While some may still be scratching heads at why Xi Jinping’s visit to a Beijing steamed bun restaurant two months ago is still being discussed, it has set off a political trend in China where senior political officials are starting to (gasp!) finally venture out into public to mingle with the common citizenry in a well-documented, well-photographed fashion.
Last Friday, recently appointed mayor of Nanjing Miao Ruilin was spotted taking a crowded public bus like some pleb while attending a construction inspection tour. According to the report, mayor Miao “took two kuai out and asked where to put his coins,” to which the bus driver replied, “there is someone on the bus taking tickets…all you have to do is sit down and take a seat.” Well played, Mr. Miao.
The Weibo response to this case shows how a senior official making a “Bun Move” (is that a term yet?) can sometimes be prone to backfiring: many dubious netizens made comments about the mayor’s unfamiliarity with the ticket system on buses, with netizen CuiACui pointing out how it shows the mayor’s “inability to take care of himself” and JuYingCe calling the mayor “a lord who lives in the clouds.”
The same day as Miao Ruilin’s infamous bus ride, party chief of Jiangxi province Qiang Wei joined a group of copper miners for lunch at their canteen in Dexing. At a first glance, it appears as if Weibo netizens have been a little less critical than they were of the Nanjing mayor’s bus ride.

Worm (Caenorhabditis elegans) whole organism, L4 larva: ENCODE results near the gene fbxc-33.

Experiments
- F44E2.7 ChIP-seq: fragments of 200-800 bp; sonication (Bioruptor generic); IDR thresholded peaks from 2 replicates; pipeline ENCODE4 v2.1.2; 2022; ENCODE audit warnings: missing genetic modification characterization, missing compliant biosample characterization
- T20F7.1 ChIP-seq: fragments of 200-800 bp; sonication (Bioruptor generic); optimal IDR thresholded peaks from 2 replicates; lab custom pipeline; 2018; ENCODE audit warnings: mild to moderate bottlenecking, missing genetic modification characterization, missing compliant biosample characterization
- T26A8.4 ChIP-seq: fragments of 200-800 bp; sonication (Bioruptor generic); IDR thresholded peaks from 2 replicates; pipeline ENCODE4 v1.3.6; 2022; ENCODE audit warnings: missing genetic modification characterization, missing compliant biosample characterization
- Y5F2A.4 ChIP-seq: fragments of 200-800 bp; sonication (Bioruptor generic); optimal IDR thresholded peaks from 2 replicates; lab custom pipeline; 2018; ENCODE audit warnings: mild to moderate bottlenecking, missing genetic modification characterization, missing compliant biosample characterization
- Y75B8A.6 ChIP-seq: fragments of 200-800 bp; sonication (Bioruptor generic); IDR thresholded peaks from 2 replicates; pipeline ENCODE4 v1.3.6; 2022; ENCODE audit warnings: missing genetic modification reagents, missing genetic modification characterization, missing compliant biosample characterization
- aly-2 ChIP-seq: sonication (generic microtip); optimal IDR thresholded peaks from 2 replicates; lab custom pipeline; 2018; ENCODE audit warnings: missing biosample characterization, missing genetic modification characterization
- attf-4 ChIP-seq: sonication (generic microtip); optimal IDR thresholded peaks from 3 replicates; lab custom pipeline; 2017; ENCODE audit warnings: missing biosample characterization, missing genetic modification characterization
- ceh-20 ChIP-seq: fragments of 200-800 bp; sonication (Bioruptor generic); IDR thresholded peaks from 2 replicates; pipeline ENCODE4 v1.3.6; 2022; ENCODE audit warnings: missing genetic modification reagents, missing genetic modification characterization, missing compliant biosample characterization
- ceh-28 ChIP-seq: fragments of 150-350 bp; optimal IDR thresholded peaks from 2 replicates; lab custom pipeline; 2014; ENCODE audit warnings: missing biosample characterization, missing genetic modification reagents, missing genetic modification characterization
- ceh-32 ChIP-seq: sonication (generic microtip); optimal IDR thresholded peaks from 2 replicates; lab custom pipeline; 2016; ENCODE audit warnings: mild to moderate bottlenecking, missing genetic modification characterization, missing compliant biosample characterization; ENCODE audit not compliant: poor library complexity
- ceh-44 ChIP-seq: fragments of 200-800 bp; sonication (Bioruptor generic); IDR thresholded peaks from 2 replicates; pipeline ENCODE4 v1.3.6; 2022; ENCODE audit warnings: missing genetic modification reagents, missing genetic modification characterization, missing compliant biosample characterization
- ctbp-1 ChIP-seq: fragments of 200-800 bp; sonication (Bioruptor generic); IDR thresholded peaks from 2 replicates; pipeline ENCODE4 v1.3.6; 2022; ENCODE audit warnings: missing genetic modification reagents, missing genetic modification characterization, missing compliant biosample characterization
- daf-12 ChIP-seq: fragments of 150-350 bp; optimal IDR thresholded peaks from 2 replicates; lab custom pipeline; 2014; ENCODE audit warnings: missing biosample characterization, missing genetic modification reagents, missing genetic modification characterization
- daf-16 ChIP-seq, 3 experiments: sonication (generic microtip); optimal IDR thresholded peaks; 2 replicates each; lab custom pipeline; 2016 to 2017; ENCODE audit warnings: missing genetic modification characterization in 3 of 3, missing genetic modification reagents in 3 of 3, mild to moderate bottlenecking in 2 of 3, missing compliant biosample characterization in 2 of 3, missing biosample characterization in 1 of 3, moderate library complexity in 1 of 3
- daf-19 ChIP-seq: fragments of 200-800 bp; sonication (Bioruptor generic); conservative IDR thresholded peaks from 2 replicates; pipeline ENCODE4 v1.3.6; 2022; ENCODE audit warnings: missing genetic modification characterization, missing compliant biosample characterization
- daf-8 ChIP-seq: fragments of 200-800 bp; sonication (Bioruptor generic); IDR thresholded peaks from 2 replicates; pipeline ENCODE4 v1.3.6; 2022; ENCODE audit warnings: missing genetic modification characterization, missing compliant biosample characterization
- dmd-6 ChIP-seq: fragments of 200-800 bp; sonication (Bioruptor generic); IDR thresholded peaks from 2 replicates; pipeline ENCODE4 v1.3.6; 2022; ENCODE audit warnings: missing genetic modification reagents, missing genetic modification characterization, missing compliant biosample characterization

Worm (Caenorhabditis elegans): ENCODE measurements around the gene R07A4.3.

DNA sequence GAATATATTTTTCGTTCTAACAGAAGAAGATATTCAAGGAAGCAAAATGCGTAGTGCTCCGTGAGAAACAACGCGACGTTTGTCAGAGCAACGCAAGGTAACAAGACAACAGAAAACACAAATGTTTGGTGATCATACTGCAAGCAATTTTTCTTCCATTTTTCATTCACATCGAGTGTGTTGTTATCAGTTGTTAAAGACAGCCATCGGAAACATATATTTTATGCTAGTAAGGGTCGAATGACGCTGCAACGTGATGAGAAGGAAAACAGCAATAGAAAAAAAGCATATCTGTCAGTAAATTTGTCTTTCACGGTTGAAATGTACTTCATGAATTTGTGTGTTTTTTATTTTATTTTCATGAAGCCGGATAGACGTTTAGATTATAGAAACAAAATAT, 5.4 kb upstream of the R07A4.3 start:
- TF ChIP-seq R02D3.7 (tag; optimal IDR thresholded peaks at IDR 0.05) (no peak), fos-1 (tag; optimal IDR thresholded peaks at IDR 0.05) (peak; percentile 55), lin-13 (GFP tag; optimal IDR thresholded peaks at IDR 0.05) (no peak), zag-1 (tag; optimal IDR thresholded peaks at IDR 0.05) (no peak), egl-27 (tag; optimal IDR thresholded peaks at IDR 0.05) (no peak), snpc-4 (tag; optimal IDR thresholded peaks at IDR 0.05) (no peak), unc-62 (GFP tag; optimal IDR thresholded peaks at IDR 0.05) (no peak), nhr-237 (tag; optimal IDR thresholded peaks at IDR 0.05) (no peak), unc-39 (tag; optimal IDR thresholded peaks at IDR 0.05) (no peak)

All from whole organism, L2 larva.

According to Southern Weekly, there have been 34 reported cases of officials “reaching out to the grassroots” since the establishment of the 18th CPC national congress in November 2012, as opposed to 47 reported cases in the previous five years.
In an interview with the Global Times, Wang Zhanyang, a professor at China’s Central Institute of Socialism pointed out how China is moving towards “modern politics” with an emerging political dynamic “based on public opinions,” and these incidents “indicate a rising trend for actual changes to bureaucracy.”
There are those who believe that these “Bun Moves” are more about image-brandishing than a reflection of institutional bureaucratic changes, as The Atlantic reports: “Though Chairman Mao Zedong cultivated a “man of the people” persona through frequent interactions with the public, modern Chinese politicians more closely resemble faceless bureaucrats than charismatic populists, making Xi’s approach all the more startling—and refreshing.”
As “refreshing” as the approach may be, the potential pitfall of these public appearances extends beyond harsh comments from hypercritical Weibo netizens. For example, not long after Xi’s visit, the steamed bun restaurant in Beijing became a meeting ground for petitioners who used the location’s fame to call out the government for corruption.
Regardless of how you view this political trend, it’s hard to deny the role it plays in implementing China’s “mass line”initiative, which stresses that “furthering the ties between the people is the lifeline of the Party and the fundamental route of work.” It also focuses on cleaning up four “undesirable work styles” – formalism, bureaucracy, hedonism, and extravagance.
On Sunday, senior Chinese official Liu Yunshan reminded everybody that this “mass line” campaign should reach the grassroots CPC and governmental units: He pointed out how successful the first phase of the initiative has been, and how, you know, the second phase needs to be just as good.
“Implementation of the campaign allows no slack or wait-and-see attitude,” Liu said, urging party members to keep a both pro-active and strict approach towards eliminating the undesirable work styles.
CCTV and other media outlets unfortunately failed to report whether or not steamed buns were served at the meeting on Sunday.
By Alex Stevens